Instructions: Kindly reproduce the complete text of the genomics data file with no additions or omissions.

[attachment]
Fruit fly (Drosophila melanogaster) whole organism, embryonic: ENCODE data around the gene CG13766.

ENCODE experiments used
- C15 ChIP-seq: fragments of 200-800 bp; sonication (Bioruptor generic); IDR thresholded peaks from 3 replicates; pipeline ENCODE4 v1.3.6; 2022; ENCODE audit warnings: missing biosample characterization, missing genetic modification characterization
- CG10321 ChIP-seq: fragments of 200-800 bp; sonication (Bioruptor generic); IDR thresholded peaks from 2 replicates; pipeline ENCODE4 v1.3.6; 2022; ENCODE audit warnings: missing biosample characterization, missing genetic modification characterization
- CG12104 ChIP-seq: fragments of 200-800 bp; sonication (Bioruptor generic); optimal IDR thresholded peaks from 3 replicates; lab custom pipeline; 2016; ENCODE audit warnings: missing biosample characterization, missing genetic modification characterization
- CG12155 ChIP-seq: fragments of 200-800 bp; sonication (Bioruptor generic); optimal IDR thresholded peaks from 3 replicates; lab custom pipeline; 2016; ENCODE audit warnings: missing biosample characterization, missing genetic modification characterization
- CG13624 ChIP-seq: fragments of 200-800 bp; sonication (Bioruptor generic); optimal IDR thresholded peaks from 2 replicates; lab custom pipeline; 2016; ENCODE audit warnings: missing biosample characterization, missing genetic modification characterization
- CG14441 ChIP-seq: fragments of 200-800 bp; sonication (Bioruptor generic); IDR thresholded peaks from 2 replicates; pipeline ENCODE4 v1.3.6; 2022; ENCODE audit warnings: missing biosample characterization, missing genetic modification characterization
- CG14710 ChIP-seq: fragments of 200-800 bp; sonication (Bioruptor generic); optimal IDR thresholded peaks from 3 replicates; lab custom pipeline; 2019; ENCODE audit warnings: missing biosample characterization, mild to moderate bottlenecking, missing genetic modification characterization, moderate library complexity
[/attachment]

Fruit fly (Drosophila melanogaster) whole organism, embryonic: ENCODE data around the gene CG13766.

ENCODE experiments used
- C15 ChIP-seq: fragments of 200-800 bp; sonication (Bioruptor generic); IDR thresholded peaks from 3 replicates; pipeline ENCODE4 v1.3.6; 2022; ENCODE audit warnings: missing biosample characterization, missing genetic modification characterization
- CG10321 ChIP-seq: fragments of 200-800 bp; sonication (Bioruptor generic); IDR thresholded peaks from 2 replicates; pipeline ENCODE4 v1.3.6; 2022; ENCODE audit warnings: missing biosample characterization, missing genetic modification characterization
- CG12104 ChIP-seq: fragments of 200-800 bp; sonication (Bioruptor generic); optimal IDR thresholded peaks from 3 replicates; lab custom pipeline; 2016; ENCODE audit warnings: missing biosample characterization, missing genetic modification characterization
- CG12155 ChIP-seq: fragments of 200-800 bp; sonication (Bioruptor generic); optimal IDR thresholded peaks from 3 replicates; lab custom pipeline; 2016; ENCODE audit warnings: missing biosample characterization, missing genetic modification characterization
- CG13624 ChIP-seq: fragments of 200-800 bp; sonication (Bioruptor generic); optimal IDR thresholded peaks from 2 replicates; lab custom pipeline; 2016; ENCODE audit warnings: missing biosample characterization, missing genetic modification characterization
- CG14441 ChIP-seq: fragments of 200-800 bp; sonication (Bioruptor generic); IDR thresholded peaks from 2 replicates; pipeline ENCODE4 v1.3.6; 2022; ENCODE audit warnings: missing biosample characterization, missing genetic modification characterization
- CG14710 ChIP-seq: fragments of 200-800 bp; sonication (Bioruptor generic); optimal IDR thresholded peaks from 3 replicates; lab custom pipeline; 2019; ENCODE audit warnings: missing biosample characterization, mild to moderate bottlenecking, missing genetic modification characterization, moderate library complexity